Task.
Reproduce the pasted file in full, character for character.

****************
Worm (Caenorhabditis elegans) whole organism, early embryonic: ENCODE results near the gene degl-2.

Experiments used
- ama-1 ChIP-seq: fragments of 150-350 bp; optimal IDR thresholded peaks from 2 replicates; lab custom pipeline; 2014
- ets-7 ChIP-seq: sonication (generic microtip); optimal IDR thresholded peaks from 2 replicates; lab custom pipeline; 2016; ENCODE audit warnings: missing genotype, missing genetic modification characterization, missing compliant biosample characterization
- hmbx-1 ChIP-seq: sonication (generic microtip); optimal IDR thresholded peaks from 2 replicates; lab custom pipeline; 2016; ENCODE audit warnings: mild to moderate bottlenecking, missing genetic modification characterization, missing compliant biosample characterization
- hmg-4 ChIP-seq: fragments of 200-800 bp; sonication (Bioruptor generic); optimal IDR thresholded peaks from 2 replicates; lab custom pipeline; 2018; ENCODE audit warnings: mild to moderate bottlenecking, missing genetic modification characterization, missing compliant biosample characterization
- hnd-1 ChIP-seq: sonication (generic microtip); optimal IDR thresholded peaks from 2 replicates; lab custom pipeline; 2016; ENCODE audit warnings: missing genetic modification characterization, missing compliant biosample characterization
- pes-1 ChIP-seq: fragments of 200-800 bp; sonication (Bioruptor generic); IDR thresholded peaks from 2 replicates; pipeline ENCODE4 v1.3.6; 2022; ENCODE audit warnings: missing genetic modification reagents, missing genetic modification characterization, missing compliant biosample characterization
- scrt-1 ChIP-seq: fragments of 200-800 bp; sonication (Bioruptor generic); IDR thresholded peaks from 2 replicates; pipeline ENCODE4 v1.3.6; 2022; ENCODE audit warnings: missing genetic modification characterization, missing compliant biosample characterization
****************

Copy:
Worm (Caenorhabditis elegans) whole organism, early embryonic: ENCODE results near the gene degl-2.

Experiments used
- ama-1 ChIP-seq: fragments of 150-350 bp; optimal IDR thresholded peaks from 2 replicates; lab custom pipeline; 2014
- ets-7 ChIP-seq: sonication (generic microtip); optimal IDR thresholded peaks from 2 replicates; lab custom pipeline; 2016; ENCODE audit warnings: missing genotype, missing genetic modification characterization, missing compliant biosample characterization
- hmbx-1 ChIP-seq: sonication (generic microtip); optimal IDR thresholded peaks from 2 replicates; lab custom pipeline; 2016; ENCODE audit warnings: mild to moderate bottlenecking, missing genetic modification characterization, missing compliant biosample characterization
- hmg-4 ChIP-seq: fragments of 200-800 bp; sonication (Bioruptor generic); optimal IDR thresholded peaks from 2 replicates; lab custom pipeline; 2018; ENCODE audit warnings: mild to moderate bottlenecking, missing genetic modification characterization, missing compliant biosample characterization
- hnd-1 ChIP-seq: sonication (generic microtip); optimal IDR thresholded peaks from 2 replicates; lab custom pipeline; 2016; ENCODE audit warnings: missing genetic modification characterization, missing compliant biosample characterization
- pes-1 ChIP-seq: fragments of 200-800 bp; sonication (Bioruptor generic); IDR thresholded peaks from 2 replicates; pipeline ENCODE4 v1.3.6; 2022; ENCODE audit warnings: missing genetic modification reagents, missing genetic modification characterization, missing compliant biosample characterization
- scrt-1 ChIP-seq: fragments of 200-800 bp; sonication (Bioruptor generic); IDR thresholded peaks from 2 replicates; pipeline ENCODE4 v1.3.6; 2022; ENCODE audit warnings: missing genetic modification characterization, missing compliant biosample characterization